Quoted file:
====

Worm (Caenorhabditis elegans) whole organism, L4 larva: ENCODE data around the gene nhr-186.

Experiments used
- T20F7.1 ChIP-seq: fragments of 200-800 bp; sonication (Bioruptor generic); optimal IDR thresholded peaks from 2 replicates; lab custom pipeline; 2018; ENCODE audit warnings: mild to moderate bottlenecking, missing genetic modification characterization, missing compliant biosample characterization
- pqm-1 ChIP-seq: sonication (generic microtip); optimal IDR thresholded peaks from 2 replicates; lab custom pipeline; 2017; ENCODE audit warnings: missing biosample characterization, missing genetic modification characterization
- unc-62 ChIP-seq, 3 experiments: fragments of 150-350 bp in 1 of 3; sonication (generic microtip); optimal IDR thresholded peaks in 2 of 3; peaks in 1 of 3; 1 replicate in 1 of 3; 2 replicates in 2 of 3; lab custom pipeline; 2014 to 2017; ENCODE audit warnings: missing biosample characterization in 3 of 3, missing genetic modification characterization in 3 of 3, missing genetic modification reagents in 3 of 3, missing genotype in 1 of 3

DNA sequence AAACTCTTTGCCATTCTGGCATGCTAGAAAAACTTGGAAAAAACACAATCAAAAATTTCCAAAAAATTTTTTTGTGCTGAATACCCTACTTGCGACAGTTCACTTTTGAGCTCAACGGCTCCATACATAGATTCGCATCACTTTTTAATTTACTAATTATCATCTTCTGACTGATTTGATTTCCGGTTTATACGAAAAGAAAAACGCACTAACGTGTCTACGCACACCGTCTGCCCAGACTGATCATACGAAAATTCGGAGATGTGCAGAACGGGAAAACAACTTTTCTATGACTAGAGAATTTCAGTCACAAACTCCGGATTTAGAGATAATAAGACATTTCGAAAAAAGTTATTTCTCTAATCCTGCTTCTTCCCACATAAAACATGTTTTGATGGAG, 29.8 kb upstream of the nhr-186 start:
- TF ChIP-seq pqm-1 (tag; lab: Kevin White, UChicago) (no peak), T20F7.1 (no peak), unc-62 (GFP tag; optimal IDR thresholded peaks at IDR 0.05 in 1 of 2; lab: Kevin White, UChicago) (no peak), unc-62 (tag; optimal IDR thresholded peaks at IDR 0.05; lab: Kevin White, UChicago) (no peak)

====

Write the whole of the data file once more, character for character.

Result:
Worm (Caenorhabditis elegans) whole organism, L4 larva: ENCODE data around the gene nhr-186.

Experiments used
- T20F7.1 ChIP-seq: fragments of 200-800 bp; sonication (Bioruptor generic); optimal IDR thresholded peaks from 2 replicates; lab custom pipeline; 2018; ENCODE audit warnings: mild to moderate bottlenecking, missing genetic modification characterization, missing compliant biosample characterization
- pqm-1 ChIP-seq: sonication (generic microtip); optimal IDR thresholded peaks from 2 replicates; lab custom pipeline; 2017; ENCODE audit warnings: missing biosample characterization, missing genetic modification characterization
- unc-62 ChIP-seq, 3 experiments: fragments of 150-350 bp in 1 of 3; sonication (generic microtip); optimal IDR thresholded peaks in 2 of 3; peaks in 1 of 3; 1 replicate in 1 of 3; 2 replicates in 2 of 3; lab custom pipeline; 2014 to 2017; ENCODE audit warnings: missing biosample characterization in 3 of 3, missing genetic modification characterization in 3 of 3, missing genetic modification reagents in 3 of 3, missing genotype in 1 of 3

DNA sequence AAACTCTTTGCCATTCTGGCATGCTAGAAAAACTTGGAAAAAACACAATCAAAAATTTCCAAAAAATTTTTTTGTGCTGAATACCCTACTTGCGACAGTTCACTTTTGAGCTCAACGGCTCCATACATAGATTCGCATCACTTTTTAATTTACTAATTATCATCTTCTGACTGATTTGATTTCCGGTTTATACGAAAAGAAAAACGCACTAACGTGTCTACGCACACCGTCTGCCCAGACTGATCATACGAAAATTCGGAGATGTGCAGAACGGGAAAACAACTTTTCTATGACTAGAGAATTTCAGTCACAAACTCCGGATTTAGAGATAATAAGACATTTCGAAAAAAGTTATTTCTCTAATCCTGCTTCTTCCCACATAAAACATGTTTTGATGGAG, 29.8 kb upstream of the nhr-186 start:
- TF ChIP-seq pqm-1 (tag; lab: Kevin White, UChicago) (no peak), T20F7.1 (no peak), unc-62 (GFP tag; optimal IDR thresholded peaks at IDR 0.05 in 1 of 2; lab: Kevin White, UChicago) (no peak), unc-62 (tag; optimal IDR thresholded peaks at IDR 0.05; lab: Kevin White, UChicago) (no peak)